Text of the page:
How Does the 2024 Budget Address Key City Goals?

With Philadelphia’s Fiscal Year 2024 Budget seemingly finalized, Hall Monitor looks at the process and (almost) $6.2 billion final product. So what is in the budget, and what has changed since the process began?

The budget itself is a year-long process, but for our purposes here, we’ll focus on the public aspect. Usually, in March, the Mayor makes a public budget address before city council, outlining the administration’s priorities and setting the tone for the rest of the process.

In his budget address, Mayor Jim Kenney cited “education, public safety, racial equity and alleviation of poverty, housing, and quality and accessible services and infrastructure” as his key goals in this budget. So how does the final document fund these areas?

The budget provides a $282 million payment to the School District of Philadelphia and $51 million to the Community College of Philadelphia. The contribution to the school district is a relatively small amount compared to their overall $4.5 billion budget and nearly $7 billion in capital needs. Currently, City Council members are working on plans to lobby Harrisburg for more education funding.

The budget provides over $900 million to the Police Department and nearly $450 to the Fire Department for over $1 billion in combined public safety funding.

Poverty alleviation is a trickier budget aspect to track, as multiple departments could have various anti-poverty initiatives active simultaneously. However, key departments working to alleviate poverty are Public Health ($418 million), Behavioral Health ($1.7 billion, including grants and other funds), and Department of Human Services ($880 million, including grants and other funds).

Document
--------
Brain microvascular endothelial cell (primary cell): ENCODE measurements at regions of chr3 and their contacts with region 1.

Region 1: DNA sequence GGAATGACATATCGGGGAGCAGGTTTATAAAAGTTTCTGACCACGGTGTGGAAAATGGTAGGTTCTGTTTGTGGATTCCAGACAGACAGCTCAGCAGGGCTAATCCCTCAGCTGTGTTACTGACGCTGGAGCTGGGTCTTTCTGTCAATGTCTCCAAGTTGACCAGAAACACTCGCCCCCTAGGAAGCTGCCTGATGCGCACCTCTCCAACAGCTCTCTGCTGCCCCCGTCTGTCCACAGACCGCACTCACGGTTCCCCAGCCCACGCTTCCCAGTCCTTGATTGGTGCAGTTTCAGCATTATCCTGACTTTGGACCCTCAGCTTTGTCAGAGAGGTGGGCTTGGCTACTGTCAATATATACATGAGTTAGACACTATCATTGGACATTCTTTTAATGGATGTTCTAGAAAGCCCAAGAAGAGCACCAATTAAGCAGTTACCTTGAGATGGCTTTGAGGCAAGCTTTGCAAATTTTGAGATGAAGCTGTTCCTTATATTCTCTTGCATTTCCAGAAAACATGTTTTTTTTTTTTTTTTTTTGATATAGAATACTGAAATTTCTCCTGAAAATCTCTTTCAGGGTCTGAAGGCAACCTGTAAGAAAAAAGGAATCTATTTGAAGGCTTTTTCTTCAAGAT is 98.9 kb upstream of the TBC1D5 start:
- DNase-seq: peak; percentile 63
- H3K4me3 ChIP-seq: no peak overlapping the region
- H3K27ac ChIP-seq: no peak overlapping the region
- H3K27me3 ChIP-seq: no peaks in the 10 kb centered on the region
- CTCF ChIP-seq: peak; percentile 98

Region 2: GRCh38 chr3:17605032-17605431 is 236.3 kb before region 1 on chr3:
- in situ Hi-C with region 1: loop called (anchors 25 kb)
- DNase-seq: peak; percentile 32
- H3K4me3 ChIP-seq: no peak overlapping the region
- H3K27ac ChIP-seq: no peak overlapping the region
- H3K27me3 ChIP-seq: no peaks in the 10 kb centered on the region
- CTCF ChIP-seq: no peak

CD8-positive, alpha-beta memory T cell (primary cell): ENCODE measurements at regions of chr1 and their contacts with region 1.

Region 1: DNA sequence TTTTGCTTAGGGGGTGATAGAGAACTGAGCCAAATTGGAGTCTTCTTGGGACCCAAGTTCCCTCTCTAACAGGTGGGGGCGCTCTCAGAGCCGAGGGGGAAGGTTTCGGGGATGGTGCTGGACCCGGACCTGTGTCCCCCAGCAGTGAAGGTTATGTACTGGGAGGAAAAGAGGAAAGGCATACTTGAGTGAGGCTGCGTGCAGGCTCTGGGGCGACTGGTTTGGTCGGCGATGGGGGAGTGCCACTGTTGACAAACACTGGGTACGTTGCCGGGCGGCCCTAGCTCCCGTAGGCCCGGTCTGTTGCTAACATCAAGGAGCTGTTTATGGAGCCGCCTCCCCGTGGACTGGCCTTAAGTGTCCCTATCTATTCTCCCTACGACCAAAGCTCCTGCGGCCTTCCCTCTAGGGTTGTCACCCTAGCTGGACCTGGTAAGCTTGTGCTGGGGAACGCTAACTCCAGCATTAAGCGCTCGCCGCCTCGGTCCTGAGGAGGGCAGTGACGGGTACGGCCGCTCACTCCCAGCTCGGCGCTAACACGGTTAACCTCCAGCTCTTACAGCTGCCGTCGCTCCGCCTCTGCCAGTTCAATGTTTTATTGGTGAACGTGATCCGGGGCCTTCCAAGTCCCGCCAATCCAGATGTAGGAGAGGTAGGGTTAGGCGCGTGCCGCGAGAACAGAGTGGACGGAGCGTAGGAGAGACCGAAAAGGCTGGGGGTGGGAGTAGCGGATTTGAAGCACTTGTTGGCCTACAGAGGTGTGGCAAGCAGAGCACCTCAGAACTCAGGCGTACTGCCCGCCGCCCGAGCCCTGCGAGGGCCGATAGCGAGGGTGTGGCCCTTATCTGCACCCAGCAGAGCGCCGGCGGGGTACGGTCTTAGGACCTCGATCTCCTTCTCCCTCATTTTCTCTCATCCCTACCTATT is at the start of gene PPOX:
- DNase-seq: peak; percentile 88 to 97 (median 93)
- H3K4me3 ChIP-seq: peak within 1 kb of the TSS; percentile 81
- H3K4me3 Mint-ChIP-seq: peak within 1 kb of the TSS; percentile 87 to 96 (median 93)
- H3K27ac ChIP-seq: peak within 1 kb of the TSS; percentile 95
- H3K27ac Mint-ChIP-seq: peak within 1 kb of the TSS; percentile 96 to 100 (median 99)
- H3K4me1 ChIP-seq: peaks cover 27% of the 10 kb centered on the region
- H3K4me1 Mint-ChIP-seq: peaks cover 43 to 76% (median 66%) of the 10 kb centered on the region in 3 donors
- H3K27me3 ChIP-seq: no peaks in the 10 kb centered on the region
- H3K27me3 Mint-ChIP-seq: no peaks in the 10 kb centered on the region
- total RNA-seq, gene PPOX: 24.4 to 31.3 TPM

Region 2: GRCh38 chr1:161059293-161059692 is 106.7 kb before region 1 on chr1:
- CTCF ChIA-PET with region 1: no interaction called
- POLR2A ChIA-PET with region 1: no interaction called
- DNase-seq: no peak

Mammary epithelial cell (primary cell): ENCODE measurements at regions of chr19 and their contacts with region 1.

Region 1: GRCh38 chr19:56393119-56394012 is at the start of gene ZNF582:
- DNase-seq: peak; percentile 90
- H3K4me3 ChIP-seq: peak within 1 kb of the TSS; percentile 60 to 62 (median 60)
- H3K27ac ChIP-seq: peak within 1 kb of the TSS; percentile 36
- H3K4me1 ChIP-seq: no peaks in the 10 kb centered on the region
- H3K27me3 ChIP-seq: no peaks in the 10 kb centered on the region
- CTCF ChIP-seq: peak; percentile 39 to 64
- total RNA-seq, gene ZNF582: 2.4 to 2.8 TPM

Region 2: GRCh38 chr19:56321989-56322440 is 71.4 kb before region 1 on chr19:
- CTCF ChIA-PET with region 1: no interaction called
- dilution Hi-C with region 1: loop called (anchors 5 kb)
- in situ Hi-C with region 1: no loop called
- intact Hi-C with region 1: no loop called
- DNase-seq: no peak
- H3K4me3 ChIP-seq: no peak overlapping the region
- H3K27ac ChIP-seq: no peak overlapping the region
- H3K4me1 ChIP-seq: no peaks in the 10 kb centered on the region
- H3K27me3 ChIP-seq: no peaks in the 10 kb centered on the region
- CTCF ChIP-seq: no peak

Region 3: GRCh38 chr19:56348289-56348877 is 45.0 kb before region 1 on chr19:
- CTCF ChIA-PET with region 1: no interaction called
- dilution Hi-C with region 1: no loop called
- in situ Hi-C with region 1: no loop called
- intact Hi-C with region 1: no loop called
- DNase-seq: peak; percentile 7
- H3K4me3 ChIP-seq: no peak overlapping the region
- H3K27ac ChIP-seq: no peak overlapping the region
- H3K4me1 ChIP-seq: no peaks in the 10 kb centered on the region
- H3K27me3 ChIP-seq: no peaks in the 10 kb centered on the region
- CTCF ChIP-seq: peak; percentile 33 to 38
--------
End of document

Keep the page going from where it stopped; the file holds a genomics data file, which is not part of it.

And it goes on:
Regarding housing, Kenney’s Five-Year Plan put nearly $30 million into eviction prevention and almost $7 million into the city’s first tiny house community. These expenditures fall under the $400 million Neighborhood Preservation Initiative program.

The city will also make a significant investment in infrastructure, with the Streets Department seeing $364 million from the general fund and other city funds. Digital infrastructure will also receive a sizable commitment of nearly $222 million.

But while the budget is the largest in city history, taxes will once again be coming down. The city wage tax will be reduced from 3.79% to 3.75%, and the net income portion of the Business tax will be reduced from 5.99% to 5.81%. Philadelphians who make the median salary of just over $52,000 would see savings of $21 per year, resulting in a reduction of tax revenue of over $32 million. This is a continuation of the city’s efforts to reduce reliance on the volatile wage tax. However, there are few alternatives to recouping the lost revenue.

The budget bills will receive a second reading this week in City Council, with passage likely. Once passed, the budget is sent to the Pennsylvania Intergovernmental Cooperation Authority for review and is set to take effect July 1st, 2023.

Our reporters sit through hours of city council meetings, dig through piles of documents, and ask tough questions other media overlook. Because we’re committed to addressing Philadelphia’s poverty crisis — and challenging those who sustain it. If you think this work is important too, please support our journalism.

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